The Guangyuan Lu Market (a so-called “wet market” — 菜市场, cài shìchǎng) in the French Concession is inside this modern building – a newer location for an old neighborhood institution, Shanghai, China
On one of our last days in Shanghai we organized another small group of friends to do a “food tour” of Shanghai — going behind the scenes with a local expert guide on a Context Travel walking food tour in the French Concession. As their description notes, “It would be remiss to leave the buzzing city of Shanghai without tasting the city’s unique gastronomic delights. As a center of trade, commerce, and migration, Shanghainese cuisine has assimilated the cuisines of nearby regions including Ningbo, Suzhou, Wuxi, Hangzhou, Nanjing, and Shaoxing. As a result, it provides an excellent lens to experience and study Chinese food traditions. During this 3-hour Shanghai Food Tour, we’ll visit a neighborhood Shanghai [wet] market and have lunch in a one of the city’s best and most authentic Shanghainese restaurants, all curated by a veteran food expert.”
This blog post covers our walking tour of the Guangyuan Lu Market (a so-called “wet market” — 菜市场, cài shìchǎng) in the French Concession. Our next blog post, “Eat local: Yuan Yuan Restaurant, Shanghai, China” will showcase the local Shanghainese cuisine at our luncheon with our guide.
Fresh vegetables and greens for sale at a vendor’s stall, Guangyuan Lu Market, Shanghai, China
Rice wine in containers, known as “China Shaoxing” — for the city of Shaoxing, known for its locally produced rice wine; Guangyuan Lu Market, Shanghai, China
“Stocked with all the fresh produce and live animals that hungry Shanghai residents could ever cook up, wet markets are an essential alternative to the brand-name supermarkets vying for their slice of market share in the country with the planet’s largest population. These markets are so named because the floor tends to be wet, thanks to the live fish flopping around and the vendors’ habit of throwing water on the ground to keep the area clean. With dozens of independent stalls in each market, competition is fierce, resulting in low prices (even cheaper if you bargain a bit), beautiful displays of produce, and the freshest fish and fowl to be had, butchered and cleaned right before your eyes. You won’t find shrink-wrapped plastic or expiration dates here.
“Shanghai locals and restaurateurs alike still depend on these independent neighborhood markets for the freshest goods, a bit of social interaction, and the opportunity to keep their bargaining skills sharp. With the unending time, social and economic pressures facing young Chinese professionals, the profile of the average shopper tends to fall squarely in the “well past retired” category here. Cooking is a pastime enjoyed mostly by those with the luxury of time, or carried out dutifully by ayis, salaried ‘aunties’ who find themselves working in the homes of so many Shanghainese families.” — https://culinarybackstreets.com/cities-category/shanghai/2013/shanghai-wet-markets/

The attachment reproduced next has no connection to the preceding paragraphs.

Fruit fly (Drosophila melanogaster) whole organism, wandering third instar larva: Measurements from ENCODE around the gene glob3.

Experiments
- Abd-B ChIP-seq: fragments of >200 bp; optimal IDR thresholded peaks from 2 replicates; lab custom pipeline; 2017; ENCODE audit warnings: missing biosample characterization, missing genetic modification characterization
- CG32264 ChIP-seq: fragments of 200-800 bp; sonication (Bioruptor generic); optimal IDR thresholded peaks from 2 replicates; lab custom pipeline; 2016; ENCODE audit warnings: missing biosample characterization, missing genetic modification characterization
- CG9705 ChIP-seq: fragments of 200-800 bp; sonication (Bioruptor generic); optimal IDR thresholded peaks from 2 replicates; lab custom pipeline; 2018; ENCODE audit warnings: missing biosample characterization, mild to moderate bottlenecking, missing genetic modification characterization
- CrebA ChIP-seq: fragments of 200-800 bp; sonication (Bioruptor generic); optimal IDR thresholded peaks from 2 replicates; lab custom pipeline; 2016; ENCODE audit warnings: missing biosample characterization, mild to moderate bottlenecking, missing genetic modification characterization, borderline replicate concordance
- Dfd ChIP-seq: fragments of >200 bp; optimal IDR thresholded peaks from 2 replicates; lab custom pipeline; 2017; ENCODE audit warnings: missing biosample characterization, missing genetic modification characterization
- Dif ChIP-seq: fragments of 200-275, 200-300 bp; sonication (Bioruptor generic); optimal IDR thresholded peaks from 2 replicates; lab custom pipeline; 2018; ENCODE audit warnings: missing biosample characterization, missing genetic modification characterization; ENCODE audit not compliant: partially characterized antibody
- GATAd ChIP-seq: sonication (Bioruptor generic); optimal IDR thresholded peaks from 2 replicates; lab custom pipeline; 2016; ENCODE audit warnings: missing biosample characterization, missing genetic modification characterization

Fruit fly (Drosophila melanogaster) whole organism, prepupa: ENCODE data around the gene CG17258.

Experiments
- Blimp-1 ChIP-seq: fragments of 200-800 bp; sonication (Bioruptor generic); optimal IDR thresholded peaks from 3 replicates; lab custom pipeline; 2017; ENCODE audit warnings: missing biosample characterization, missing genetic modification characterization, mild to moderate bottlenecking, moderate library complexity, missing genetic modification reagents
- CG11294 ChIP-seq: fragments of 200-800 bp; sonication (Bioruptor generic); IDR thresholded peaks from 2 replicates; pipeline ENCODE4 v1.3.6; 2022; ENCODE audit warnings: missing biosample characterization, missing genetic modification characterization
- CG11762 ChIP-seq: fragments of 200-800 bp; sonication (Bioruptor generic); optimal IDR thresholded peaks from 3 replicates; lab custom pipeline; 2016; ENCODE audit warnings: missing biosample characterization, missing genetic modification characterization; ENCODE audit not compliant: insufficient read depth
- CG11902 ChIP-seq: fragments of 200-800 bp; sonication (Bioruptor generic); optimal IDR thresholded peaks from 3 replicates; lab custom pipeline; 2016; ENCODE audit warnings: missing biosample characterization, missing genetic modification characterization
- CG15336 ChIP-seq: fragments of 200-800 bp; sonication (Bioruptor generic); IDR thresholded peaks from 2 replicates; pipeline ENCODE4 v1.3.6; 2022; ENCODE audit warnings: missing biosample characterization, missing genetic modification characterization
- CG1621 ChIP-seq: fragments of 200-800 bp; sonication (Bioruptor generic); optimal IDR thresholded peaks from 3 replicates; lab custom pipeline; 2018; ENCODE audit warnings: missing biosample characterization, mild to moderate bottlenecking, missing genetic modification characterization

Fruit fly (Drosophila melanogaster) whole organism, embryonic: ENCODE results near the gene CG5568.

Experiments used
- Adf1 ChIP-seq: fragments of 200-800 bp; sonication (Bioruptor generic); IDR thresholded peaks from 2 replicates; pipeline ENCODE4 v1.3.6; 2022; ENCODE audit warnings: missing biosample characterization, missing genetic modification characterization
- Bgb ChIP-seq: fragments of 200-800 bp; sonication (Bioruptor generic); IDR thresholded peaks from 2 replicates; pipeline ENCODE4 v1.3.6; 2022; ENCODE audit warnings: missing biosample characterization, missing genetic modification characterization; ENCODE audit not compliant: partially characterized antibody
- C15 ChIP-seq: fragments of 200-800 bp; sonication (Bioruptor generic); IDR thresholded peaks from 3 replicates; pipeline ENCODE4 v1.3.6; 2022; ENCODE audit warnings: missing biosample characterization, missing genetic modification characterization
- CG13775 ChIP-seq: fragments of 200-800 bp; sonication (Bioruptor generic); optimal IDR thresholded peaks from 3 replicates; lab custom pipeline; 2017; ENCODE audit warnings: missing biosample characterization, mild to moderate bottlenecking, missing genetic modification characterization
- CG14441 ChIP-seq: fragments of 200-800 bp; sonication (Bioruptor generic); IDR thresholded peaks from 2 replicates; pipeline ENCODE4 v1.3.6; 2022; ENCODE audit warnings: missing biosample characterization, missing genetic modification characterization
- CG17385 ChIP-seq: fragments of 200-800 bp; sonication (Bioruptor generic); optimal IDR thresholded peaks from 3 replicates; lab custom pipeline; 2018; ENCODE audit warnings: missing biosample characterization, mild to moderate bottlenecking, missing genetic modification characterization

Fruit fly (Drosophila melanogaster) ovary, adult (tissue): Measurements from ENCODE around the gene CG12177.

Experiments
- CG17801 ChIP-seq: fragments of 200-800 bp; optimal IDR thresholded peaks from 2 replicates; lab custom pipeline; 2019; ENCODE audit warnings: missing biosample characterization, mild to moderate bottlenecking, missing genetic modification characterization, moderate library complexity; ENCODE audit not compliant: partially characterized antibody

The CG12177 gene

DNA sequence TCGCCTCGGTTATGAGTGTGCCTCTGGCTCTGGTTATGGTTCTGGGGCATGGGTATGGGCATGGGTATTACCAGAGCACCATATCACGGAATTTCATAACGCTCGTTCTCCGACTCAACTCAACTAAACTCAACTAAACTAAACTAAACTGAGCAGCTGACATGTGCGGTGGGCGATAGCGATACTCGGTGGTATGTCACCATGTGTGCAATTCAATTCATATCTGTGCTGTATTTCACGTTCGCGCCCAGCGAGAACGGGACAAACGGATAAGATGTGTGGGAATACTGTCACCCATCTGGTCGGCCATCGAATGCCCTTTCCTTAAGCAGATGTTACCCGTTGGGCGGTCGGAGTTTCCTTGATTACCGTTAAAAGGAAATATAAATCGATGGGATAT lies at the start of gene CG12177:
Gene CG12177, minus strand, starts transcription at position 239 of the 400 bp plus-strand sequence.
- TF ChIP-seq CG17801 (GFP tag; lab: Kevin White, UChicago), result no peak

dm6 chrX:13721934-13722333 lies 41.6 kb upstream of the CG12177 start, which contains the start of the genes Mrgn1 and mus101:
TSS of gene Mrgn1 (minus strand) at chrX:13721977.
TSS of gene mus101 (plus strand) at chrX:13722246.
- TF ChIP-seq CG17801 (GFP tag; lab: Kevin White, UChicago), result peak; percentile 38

Several vendors had a big variety of eggs, including quail eggs (middle upper left), Guangyuan Lu Market, Shanghai, China
Fresh wheat flour noodles in a large variety of shapes, Guangyuan Lu Market, Shanghai, China
The fermented greens reminded us of the markets in South Korea; Guangyuan Lu Market, Shanghai, China
Pork sausages of a variety of styles and duck confit, Guangyuan Lu Market, Shanghai, China
Dried mushrooms and legumes, Guangyuan Lu Market, Shanghai, China
As we strolled through the market our guide discussed with us some of the fundamental food concepts in China, such as the importance of sharing meals, the emphasis on freshness and vegetables, and the central role of texture in cooking. She also discussed the central role of pork in the Chinese diet and why China is the only country in the world with a strategic pork reserve
Pork is a mainstay protein in Chinese cuisine – it’s so important that China has a strategic pork reserve, comparable to the United States’ strategic petroleum reserve; Guangyuan Lu Market, Shanghai, China
Rice comes in many varieties and quality levels (with a range of prices, as noted in the labels), Guangyuan Lu Market, Shanghai, China
- Fresh fish, seafood and eels, Guangyuan Lu Market, Shanghai, China
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